A Simplified Grammar of the Ottoman-Turkish Language by James W. Redhouse

By James W. Redhouse

The Ottoman Language is the main hugely polished department of the good Turkish tongue, that is spokon, with dialectic adaptations, around the complete breadth, approximately, of the center sector of the continent of Asia, impinging into Europe, even, within the Ottoman provinces, and likewise, in Southern Russia, as much as the frontiers of the previous state of Poland. The Ottoman language is, in its grammar and vocabulary, essentially Turkish. It has, despite the fact that, followed, and maintains increasingly more to undertake, as required, an unlimited variety of Arabic, Porsian, and overseas phrases (Greek, Armenian, Slavonic, Hungarian, Italian, French, English, etc.), including using the various grammatical ideas of the Arabic and Porsian, that are given as Turkish principles within the following pages, their starting place being in every one case particular. the nice Turkish language, turkje, Ottoman and non-Ottoman, has been classed, by means of eu writers as one of many " agglutinative" languages ; no longer inflTable of Contents Preface ; word on identification of Alphabets xii; bankruptcy I Letters and ORTnooiurnr; part I quantity, Order, Forma, and Names of; Letters 1; Synopsis of Arabic, Greek, and Latin; Letters four; ? II Phonetic Values of Letters, Vowel-Points, Orthographic indicators, Transliteration, Ottoman Euphony 15; bankruptcy IL Ottoman Accidence; part I Nouns considerable fifty one; ? II Nouns Adjective GS; ? III Numerals seventy four; , IV Pronouns eighty two; vi; desk of contents; part V Demonstratives 8b; ? VI Interrogatives 89; ? VII Relative Pronouns ninety; ? VIIIDerivation of Verbs ninety two; (Table) ninety four; ? IX Conjugation of Verbs ; Moods; Tenses ;; Participles; Verbal Nouns; Gerunds ninety nine; ? X Numbers aiul Tersons one hundred fifteen ? XI advanced different types of Verbs , 119; ? XII First complicated class one hundred twenty ? XIII moment ? ? a hundred twenty five; ? XIV 3rd ? 129; ? XV mixed (Turkish) Conjugation 133; ? XVI detrimental and Impotential Conjugations , one hundred thirty five; ? XVII Dubitative, strength, and Facile Verbs 141; ? XVII I Verb substantive one hundred forty four; ?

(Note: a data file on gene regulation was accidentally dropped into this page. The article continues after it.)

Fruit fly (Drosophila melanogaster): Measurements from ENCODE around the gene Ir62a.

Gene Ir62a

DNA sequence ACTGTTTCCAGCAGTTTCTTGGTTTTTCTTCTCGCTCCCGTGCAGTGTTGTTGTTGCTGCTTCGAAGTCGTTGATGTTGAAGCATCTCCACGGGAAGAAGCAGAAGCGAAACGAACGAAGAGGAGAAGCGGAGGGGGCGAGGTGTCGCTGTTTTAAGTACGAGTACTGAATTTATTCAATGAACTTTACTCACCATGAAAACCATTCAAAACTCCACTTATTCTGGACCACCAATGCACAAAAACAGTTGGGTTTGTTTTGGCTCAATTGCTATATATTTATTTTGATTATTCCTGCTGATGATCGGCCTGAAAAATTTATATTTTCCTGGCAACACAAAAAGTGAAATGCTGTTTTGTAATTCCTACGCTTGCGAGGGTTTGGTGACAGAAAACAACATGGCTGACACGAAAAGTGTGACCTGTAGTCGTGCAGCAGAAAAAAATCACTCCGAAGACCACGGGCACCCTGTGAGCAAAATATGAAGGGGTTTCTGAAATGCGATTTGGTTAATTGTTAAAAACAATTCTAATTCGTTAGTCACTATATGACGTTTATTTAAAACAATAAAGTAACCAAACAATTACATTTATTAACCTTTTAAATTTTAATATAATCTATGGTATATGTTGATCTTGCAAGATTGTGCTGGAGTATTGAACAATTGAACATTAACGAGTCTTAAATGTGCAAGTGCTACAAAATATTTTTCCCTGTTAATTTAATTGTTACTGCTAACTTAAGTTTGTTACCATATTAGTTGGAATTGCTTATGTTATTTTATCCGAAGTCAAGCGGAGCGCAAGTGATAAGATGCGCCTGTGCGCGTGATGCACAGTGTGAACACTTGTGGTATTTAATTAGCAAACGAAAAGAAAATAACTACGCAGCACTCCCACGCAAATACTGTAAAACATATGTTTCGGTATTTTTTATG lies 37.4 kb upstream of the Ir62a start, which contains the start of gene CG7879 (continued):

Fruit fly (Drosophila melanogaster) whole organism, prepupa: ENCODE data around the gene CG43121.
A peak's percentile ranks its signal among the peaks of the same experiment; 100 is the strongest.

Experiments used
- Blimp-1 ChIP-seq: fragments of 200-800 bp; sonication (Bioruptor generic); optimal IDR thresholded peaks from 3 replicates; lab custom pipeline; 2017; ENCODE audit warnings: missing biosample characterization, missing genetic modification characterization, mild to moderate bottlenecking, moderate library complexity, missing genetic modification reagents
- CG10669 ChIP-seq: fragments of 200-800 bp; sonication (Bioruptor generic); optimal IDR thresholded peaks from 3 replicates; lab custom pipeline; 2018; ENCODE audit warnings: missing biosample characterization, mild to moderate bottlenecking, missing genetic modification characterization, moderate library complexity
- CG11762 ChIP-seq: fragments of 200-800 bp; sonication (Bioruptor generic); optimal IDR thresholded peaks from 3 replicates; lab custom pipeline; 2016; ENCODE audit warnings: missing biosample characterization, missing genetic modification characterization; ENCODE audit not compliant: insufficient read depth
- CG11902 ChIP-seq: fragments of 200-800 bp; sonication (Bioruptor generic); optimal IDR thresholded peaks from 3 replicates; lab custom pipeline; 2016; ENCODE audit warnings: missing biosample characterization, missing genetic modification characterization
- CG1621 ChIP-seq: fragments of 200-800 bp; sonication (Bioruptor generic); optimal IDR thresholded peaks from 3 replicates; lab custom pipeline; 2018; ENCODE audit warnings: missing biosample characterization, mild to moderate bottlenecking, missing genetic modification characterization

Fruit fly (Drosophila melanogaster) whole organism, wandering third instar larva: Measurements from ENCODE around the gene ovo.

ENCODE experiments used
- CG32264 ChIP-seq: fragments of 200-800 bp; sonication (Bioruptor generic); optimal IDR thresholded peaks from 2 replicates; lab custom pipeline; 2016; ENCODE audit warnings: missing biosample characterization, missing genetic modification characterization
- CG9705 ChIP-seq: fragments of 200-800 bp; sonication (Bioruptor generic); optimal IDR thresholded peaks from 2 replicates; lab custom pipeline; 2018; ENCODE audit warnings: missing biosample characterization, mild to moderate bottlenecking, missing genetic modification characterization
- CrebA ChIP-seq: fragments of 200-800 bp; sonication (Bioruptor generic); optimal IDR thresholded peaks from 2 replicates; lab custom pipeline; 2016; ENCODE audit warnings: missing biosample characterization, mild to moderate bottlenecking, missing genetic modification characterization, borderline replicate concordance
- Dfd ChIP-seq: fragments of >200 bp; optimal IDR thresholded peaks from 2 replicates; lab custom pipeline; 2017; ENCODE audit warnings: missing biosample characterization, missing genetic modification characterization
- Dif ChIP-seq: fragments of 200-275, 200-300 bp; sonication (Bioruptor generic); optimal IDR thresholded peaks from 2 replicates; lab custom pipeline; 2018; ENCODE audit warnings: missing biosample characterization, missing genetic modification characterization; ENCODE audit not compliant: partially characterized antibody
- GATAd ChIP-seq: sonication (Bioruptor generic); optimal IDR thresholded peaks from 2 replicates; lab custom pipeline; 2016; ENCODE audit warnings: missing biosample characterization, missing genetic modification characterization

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Besides this scholarly criticism of Snouck Hurgronje’s limited understanding of new developments in Islam, and a political defence of the use of this weapon in the war, he also exposes Snouck Hurgronje’s serious lack of critical sense. ²⁹In the third and final part Becker explains and defends Germany’s policy in matters Islam and the Ottoman Empire. He discusses the different views of the Ottomans’ claim to the caliphate, which the British supported as long as it served their interests in maintaining order in India.

284. , p. 284. Christiaan Engberts, Orientalists at War, Leiden: unpublished paper; 2014. All references are to the version reprinted in Becker’s collected studies: Carl Heinrich Becker, Islamstudien ii, Leipzig: Quelle & Meyer; 1932; pp. 281–304. Becker, Islamstudien ii, pp. 286; 297. See its reproduction in Welt des Islams 3(1915) no. 1, p. 5. Becker, Islamstudien ii, pp. 288; 293. , p. 293. , pp. 294–295. , p. 298. , pp. 287 and 287 n. 2; 301. , p. 303. , p. 303. All references are to the version reprinted in Snouck Hurgronje’s Verspreide geschriften iii, pp.

Notes  I gracefully acknowledge the invitation of François Pouillon and Dominique Casajus to present an extended version of this research project in their seminar at the Ecole des Hautes Etudes en Sciences Sociales in Paris, during a stay in Paris in March and April 2015 funded by the Institut d’études de l’Islam et des Sociétés du Monde Musulman. I am greatly indebted to François Pouillon for his constant interest in my research on Snouck Hurgronje. I thank Christiaan Engberts for allowing me to read a first draft of a yet unpublished paper that he presented in my seminar on the history of orientalism in spring 2014.

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